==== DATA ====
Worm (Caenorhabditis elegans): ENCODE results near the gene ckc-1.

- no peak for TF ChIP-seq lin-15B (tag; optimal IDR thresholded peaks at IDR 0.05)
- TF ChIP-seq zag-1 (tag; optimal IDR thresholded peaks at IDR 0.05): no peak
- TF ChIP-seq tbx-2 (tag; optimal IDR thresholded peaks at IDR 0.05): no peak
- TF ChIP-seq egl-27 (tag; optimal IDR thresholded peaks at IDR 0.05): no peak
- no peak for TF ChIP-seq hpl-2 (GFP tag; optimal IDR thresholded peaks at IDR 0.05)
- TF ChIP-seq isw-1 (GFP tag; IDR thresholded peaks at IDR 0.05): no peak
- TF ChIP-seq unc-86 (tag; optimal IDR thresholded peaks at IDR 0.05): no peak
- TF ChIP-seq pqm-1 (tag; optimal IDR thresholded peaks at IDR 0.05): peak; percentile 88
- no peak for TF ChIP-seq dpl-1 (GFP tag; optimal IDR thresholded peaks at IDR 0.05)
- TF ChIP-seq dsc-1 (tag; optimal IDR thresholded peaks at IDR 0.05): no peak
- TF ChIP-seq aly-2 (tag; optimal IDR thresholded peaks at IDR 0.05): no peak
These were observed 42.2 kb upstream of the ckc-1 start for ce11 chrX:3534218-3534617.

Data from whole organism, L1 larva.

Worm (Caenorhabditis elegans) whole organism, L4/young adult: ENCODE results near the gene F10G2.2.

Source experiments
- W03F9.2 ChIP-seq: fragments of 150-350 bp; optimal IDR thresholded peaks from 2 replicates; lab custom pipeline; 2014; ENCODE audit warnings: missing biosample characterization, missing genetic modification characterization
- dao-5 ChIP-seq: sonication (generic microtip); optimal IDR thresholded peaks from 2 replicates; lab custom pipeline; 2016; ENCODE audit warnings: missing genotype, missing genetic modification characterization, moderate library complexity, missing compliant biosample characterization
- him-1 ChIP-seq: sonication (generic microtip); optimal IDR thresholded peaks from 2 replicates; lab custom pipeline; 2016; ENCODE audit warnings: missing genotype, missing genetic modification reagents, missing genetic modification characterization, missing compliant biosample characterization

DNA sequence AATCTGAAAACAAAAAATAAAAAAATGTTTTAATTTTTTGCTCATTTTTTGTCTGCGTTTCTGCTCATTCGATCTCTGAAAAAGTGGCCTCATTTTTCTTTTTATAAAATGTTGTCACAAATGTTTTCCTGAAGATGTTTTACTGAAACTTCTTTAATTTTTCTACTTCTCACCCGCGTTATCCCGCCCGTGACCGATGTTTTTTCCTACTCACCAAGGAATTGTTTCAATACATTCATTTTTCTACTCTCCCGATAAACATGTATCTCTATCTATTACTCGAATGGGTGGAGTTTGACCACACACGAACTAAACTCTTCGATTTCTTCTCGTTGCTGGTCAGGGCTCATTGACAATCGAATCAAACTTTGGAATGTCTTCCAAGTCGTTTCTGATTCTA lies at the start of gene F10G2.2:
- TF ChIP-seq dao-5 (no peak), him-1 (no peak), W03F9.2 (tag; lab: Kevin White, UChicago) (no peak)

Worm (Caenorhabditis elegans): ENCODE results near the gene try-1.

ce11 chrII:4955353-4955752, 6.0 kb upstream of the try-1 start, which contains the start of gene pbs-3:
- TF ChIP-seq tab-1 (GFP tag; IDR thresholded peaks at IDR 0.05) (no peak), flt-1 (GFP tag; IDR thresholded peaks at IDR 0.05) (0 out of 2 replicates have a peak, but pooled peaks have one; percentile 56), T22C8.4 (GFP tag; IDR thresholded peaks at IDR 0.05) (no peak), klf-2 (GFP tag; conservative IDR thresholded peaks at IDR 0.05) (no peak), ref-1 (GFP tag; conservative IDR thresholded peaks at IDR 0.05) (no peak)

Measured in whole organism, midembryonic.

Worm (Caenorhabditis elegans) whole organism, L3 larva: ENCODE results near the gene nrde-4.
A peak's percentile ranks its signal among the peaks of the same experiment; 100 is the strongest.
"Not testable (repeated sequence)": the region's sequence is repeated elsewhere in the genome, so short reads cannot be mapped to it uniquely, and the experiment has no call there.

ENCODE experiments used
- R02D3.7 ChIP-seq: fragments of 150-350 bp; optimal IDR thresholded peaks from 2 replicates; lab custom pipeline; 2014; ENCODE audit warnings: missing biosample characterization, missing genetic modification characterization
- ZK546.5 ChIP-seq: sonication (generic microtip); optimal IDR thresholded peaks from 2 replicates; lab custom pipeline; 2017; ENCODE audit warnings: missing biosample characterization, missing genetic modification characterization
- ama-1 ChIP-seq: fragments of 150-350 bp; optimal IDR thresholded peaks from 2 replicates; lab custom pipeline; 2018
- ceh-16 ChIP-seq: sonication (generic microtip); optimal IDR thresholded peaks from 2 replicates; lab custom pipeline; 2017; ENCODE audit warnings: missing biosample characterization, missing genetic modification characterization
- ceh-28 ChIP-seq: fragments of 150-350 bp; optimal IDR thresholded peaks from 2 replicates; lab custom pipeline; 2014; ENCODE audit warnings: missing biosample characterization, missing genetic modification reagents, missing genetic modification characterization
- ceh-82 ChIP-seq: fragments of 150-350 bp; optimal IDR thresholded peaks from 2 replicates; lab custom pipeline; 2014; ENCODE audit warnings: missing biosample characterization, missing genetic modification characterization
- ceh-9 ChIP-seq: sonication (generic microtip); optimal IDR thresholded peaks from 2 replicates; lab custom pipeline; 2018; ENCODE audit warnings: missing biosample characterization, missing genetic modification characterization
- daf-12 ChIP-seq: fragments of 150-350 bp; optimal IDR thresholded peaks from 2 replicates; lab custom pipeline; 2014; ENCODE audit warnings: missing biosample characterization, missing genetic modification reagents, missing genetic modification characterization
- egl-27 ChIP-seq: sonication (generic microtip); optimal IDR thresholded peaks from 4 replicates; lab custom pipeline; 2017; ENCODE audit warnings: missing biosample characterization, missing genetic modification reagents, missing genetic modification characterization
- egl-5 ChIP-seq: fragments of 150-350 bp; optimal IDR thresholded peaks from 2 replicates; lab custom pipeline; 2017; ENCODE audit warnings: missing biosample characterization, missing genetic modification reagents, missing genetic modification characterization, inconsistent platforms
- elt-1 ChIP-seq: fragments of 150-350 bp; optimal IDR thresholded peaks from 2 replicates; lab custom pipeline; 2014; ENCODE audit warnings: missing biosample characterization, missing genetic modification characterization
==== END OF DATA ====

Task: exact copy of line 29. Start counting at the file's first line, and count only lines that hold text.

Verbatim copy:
ENCODE experiments used